Monday, 11 October 2010

High-Risk Health Insurance Plans Have Surprisingly Low Enrollment

One of the aims of the Obama administration's healthcare reform law is expanding coverage to nearly all Americans. Eventually, health insurance companies will be forbidden from denying coverage to individuals based on their health status. However, the legislation gives health insurers time to adjust their business models. They will not be required to accept all comers until 2014, the same year that the controversial individual mandate is set to take effect. The mandate would bring more younger, healthier people into the fold to pay premiums--making up for the increased cost of patients with pre-existing conditions they would previously avoid.
As a stopgap measure, high-risk insurance pools were created by the law. These are heavily regulated programs that allow those with serious pre-existing conditions to buy health insurance coverage. Some subsidies for the program were also funded by Congress.
Over 20 states have agreed to create their own high-risk health plans that comply with the federal law, while the rest have refused to participate (due to financial and/or political concerns). The latter states are directing their residents towards the federal high-risk pool (which has the ironic effect of giving the federal government even more control over the program). Some states already have their own high-risk pools, although they may not comply with the legislation as a result of their high costs and limits on enrollment. Granted, the new program also has its own limitations: patients must provide proof that they were rejected by at least one insurer, and have to have been uninsured for the past six months.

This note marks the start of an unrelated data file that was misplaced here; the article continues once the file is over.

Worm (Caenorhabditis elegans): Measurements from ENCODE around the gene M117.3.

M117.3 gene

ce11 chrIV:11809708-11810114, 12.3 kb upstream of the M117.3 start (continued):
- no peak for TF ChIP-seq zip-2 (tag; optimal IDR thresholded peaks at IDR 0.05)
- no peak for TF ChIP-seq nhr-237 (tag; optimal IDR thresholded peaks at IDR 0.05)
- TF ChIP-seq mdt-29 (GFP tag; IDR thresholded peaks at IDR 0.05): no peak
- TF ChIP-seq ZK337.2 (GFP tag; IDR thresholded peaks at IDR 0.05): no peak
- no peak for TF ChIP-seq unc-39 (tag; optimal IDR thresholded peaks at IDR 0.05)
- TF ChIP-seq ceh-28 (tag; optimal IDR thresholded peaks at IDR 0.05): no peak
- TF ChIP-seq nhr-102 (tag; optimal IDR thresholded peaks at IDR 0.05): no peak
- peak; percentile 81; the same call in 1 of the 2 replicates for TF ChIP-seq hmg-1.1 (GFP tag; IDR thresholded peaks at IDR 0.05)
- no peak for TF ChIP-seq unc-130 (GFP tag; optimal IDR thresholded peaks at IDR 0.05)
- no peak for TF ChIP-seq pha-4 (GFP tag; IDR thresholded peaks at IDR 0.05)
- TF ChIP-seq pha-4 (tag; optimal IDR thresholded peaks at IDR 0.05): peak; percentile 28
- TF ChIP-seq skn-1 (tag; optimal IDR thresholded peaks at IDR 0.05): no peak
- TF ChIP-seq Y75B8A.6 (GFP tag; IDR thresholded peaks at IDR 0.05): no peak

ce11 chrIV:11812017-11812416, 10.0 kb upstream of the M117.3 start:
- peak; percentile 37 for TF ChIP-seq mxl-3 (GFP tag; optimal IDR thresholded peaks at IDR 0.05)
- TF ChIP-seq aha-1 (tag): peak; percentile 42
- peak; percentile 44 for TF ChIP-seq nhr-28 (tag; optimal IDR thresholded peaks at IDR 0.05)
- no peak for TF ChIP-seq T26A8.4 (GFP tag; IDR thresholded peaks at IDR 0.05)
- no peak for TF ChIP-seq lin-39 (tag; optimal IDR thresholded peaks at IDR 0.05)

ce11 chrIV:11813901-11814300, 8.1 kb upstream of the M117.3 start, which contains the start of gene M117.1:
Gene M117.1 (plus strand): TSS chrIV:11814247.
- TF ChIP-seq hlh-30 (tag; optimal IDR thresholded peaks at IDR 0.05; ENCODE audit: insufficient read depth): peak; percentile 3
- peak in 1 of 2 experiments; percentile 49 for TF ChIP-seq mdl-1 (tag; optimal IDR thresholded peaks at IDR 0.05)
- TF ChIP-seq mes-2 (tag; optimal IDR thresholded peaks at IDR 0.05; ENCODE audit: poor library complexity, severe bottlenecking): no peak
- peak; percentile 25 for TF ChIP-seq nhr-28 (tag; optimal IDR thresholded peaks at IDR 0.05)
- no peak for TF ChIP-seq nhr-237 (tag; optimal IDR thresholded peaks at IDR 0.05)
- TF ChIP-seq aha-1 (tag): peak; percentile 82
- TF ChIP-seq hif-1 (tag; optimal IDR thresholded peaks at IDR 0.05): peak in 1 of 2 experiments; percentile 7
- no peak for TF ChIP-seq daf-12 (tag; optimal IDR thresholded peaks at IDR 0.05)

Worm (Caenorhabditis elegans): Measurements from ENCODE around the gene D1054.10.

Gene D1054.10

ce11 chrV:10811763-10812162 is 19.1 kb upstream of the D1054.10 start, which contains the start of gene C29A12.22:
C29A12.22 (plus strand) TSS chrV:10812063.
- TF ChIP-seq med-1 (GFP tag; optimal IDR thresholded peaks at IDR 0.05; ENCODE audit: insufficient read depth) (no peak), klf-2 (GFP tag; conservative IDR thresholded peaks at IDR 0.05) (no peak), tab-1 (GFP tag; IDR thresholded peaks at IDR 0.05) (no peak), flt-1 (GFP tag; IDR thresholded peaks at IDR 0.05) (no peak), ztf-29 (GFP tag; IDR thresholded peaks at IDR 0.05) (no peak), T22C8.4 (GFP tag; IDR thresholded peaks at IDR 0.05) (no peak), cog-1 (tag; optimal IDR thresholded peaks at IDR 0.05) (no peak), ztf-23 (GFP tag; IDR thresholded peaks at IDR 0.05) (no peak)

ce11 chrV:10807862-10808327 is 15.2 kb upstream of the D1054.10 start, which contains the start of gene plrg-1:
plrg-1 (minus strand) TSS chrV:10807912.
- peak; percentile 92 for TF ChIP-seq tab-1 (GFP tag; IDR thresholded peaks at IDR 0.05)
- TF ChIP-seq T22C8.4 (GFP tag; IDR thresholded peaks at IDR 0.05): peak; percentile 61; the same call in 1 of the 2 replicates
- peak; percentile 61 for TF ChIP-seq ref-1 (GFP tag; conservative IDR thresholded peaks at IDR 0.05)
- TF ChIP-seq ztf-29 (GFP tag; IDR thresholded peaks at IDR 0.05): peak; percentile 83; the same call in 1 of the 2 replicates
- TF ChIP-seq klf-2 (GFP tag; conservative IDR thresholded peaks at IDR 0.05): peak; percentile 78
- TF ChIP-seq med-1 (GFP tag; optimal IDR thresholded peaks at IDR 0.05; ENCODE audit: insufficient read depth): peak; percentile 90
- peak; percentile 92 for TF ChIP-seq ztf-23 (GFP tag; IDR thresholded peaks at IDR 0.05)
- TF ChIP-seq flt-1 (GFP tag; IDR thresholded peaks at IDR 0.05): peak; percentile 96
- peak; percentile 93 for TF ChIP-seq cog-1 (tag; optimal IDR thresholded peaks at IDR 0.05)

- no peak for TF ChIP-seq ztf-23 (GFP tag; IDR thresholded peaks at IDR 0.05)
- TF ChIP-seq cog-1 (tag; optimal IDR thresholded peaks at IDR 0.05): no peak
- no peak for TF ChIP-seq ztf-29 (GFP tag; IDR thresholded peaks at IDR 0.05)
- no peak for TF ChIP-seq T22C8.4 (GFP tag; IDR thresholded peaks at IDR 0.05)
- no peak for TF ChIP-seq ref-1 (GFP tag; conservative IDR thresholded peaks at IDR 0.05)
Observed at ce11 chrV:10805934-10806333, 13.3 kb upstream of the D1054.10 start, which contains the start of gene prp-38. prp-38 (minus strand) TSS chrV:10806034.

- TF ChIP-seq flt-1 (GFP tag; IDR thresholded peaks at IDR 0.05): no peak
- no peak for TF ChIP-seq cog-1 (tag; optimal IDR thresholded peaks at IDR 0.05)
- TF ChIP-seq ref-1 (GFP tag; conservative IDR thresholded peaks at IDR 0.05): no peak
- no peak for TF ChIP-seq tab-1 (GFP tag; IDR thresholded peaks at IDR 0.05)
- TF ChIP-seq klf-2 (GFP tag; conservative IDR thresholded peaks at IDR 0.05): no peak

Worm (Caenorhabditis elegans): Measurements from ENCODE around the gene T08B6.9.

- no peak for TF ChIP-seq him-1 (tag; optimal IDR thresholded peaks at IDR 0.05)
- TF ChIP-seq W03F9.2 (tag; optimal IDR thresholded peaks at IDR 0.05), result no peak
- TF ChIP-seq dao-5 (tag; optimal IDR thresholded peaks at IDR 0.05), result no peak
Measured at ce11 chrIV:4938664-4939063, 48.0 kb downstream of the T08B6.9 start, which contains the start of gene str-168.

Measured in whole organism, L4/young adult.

The high-risk health insurance plans launched in July. However, so far they have not been as successful as proponents hoped. Although a handful of larger states have yet to fully launch their programs, enrollment is far lower than expected, with only several hundred applicants in most states. This may be because the premiums are often prohibitively expensive, with monthly premiums sometimes reaching nearly $500.
Despite those expenses, it is still preferable to the alternative for those with cancer or other serious diseases. For example, the plan in New Hampshire includes an annual $5,000 deductible: the patient is only responsible for out-of-pocket expenses up until that point. While the cost is still significant, it is still cheaper than the $16,000 a single chemotherapy treatment can cost.

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